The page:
Course Title: Shelter and Settlements in Disasters and Development

Part A: Course Overview

Course Title: Shelter and Settlements in Disasters and Development

Credit Points: 12.00


Terms

Course Code

Campus

Career

School

Learning Mode

Teaching Period(s)

ARCH1431

City Campus

Postgraduate

320H Architecture & Design

Face-to-Face

Sem 1 2017

ARCH1431

City Campus

Postgraduate

325H Property, Construction & Project Management

Face-to-Face

Sem 2 2014,
Sem 2 2015

Course Coordinator: Professor John Fein

Course Coordinator Phone: available on line

Course Coordinator Email: john.fein@rmit.edu.au

Course Coordinator Location: on line

Course Coordinator Availability: TBC


Pre-requisite Courses and Assumed Knowledge and Capabilities

None


Course Description

This course explores the response and recovery of shelter and settlements after disaster, as well as design strategies that promote sustainability in the context of natural disasters, climate change impacts and conflict. Diverse approaches to designing shelter and planning settlements in disaster-prone or disaster-affected places are investigated at different stages after a disaster and/or crisis, including emergency, transitional and permanent shelter. You will learn how shelter provision by leading humanitarian agencies such as the IFRC and World Vision is provided. Of key focus is the IFRC-led ‘Shelter Cluster System’, established to make post-disaster operations more effective and timely by coordinating the actions of governments and a range of agencies.

You will study how various types of shelter solutions are applied in natural disasters, crises and development situations. You will learn how to effectively plan and coordinate shelter needs assessments, develop strategies and implement plans with international organizations, national authorities, the displaced and the affected population.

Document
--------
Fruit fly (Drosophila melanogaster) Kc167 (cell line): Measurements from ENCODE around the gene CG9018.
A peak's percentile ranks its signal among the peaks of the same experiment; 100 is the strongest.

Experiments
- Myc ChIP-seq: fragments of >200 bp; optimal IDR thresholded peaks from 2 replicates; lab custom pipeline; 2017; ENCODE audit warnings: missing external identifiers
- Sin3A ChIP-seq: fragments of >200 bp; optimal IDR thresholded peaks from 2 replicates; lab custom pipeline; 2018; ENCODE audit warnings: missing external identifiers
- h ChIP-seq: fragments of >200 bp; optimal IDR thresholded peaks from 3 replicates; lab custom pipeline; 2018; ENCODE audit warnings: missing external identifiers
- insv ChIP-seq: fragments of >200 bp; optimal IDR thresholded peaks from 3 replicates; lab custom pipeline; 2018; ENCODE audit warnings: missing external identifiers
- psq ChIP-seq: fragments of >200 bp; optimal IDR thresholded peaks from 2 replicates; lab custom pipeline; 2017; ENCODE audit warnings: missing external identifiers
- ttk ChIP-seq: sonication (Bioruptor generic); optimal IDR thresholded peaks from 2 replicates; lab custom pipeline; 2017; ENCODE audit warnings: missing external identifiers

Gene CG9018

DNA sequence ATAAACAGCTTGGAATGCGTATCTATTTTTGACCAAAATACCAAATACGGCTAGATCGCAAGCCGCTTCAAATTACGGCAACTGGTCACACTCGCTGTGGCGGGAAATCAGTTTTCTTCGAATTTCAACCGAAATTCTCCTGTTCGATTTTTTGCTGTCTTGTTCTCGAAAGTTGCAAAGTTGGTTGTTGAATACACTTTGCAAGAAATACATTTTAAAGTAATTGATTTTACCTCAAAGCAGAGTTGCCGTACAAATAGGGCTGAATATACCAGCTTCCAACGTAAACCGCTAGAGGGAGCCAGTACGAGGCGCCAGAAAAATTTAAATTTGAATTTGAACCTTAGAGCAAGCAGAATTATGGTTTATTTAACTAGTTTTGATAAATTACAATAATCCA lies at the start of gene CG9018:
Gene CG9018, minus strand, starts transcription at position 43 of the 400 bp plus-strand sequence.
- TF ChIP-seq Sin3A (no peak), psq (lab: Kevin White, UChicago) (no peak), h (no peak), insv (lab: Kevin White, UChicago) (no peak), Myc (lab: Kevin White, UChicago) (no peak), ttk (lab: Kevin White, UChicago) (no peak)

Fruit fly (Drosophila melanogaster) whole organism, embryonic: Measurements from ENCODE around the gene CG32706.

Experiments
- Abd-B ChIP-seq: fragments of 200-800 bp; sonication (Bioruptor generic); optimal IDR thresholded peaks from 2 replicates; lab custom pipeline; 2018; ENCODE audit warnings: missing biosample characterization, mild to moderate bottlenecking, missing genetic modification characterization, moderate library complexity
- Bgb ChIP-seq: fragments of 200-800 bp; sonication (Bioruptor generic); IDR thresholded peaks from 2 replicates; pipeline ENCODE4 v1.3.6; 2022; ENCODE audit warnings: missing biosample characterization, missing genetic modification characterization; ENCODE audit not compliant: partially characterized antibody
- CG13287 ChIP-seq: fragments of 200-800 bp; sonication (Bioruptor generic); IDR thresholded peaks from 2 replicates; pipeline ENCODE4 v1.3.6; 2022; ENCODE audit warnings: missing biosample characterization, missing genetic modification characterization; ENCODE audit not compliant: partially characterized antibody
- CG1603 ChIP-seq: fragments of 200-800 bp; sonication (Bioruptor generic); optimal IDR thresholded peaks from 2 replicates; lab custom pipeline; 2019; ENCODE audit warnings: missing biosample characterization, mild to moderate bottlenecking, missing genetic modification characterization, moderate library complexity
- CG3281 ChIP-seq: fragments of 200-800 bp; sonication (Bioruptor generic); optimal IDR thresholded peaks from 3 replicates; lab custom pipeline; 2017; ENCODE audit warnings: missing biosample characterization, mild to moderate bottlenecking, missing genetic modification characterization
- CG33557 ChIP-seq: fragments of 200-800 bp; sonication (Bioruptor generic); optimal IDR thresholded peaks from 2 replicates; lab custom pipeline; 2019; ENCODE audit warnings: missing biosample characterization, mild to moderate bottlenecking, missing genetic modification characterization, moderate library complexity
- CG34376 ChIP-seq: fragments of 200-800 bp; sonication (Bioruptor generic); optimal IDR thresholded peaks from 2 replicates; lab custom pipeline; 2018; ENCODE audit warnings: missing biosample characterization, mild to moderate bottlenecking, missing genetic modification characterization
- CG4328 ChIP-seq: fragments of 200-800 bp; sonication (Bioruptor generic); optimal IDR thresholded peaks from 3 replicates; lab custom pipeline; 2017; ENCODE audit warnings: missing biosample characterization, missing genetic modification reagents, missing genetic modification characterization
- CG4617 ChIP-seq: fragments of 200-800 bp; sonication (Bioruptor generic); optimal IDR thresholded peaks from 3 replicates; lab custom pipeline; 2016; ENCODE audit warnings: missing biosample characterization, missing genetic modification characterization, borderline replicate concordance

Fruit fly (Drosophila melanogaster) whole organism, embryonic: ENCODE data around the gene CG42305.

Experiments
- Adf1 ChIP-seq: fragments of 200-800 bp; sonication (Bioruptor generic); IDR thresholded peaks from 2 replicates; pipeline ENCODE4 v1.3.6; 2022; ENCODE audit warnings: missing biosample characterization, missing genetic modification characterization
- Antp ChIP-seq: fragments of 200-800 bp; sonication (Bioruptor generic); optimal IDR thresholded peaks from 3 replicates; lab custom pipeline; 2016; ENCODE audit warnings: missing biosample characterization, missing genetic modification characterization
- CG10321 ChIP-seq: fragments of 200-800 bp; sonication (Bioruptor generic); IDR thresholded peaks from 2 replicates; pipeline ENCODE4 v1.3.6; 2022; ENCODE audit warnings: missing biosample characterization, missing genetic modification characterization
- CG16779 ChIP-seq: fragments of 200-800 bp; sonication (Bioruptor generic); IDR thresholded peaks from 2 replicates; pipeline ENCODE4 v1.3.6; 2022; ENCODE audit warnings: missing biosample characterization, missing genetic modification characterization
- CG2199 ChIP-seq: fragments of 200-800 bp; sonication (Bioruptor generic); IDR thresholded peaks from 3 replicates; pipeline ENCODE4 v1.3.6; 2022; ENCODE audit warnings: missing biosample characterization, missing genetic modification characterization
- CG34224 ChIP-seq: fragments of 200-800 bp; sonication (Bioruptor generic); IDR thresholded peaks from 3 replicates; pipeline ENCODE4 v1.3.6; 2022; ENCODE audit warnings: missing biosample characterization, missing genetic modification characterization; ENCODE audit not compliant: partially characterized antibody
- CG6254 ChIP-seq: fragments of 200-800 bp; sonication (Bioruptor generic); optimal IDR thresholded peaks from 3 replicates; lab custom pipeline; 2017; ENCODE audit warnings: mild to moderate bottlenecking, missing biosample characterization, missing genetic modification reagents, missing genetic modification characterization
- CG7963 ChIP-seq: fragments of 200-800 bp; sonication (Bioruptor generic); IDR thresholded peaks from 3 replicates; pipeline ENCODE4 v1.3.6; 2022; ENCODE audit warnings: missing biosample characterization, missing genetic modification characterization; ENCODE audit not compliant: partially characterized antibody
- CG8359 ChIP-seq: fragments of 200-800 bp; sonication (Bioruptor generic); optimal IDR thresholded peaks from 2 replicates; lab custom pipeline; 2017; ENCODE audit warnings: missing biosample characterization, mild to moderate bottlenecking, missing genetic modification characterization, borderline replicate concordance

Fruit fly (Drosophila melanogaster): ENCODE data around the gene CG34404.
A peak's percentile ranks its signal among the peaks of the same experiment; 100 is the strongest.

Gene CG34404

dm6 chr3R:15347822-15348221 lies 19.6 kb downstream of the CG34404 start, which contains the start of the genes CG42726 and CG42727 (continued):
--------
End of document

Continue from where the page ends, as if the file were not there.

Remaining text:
Objectives/Learning Outcomes/Capability Development

Upon the successful completion of this course you will be able to:


  • Synthesise and Apply empirical and practical knowledge for shelter and settlements design, planning and programming in disaster, crisis and developmental settings
  • Explain the ‘Shelter Cluster System’ and how key humanitarian agencies such as IFRC operate in post-disaster situations
  • Work effectively with others in a range of roles, contexts and scenarios demonstrating cultural, environmental and social awareness, as well as ethical practice relating to shelter
  • Create shelter needs assessment plans that demonstrate creative, innovative and critical thinking skills in addressing the challenges of disaster and crisis circumstances within which shelter and settlements are positioned
  • Evaluate and reflect on roles of humanitarian actors in promoting sustainable and resilient shelter
  • Communicate using diverse formats and strategies to demonstrate ability to engage with a range of stakeholders, including vulnerable communities

In this course you will also develop the following program level learning outcomes: 

  • Master a body of knowledge and specific technical skills to progress your professional career within the contemporary disaster management, design and development arena
  • Formulate and evaluate collaborative design informed strategies before and after disaster, while working within the constraints of industry needs in the post-disaster and development sectors
  • Determine and apply specialist knowledge and technical skills required to creatively solve problems, demonstrating expert judgment and ethical responsibility relating to your professional practice in disaster, design and development
  • Professionally communicate propositions, processes and outcomes to address specialist and non-specialist audiences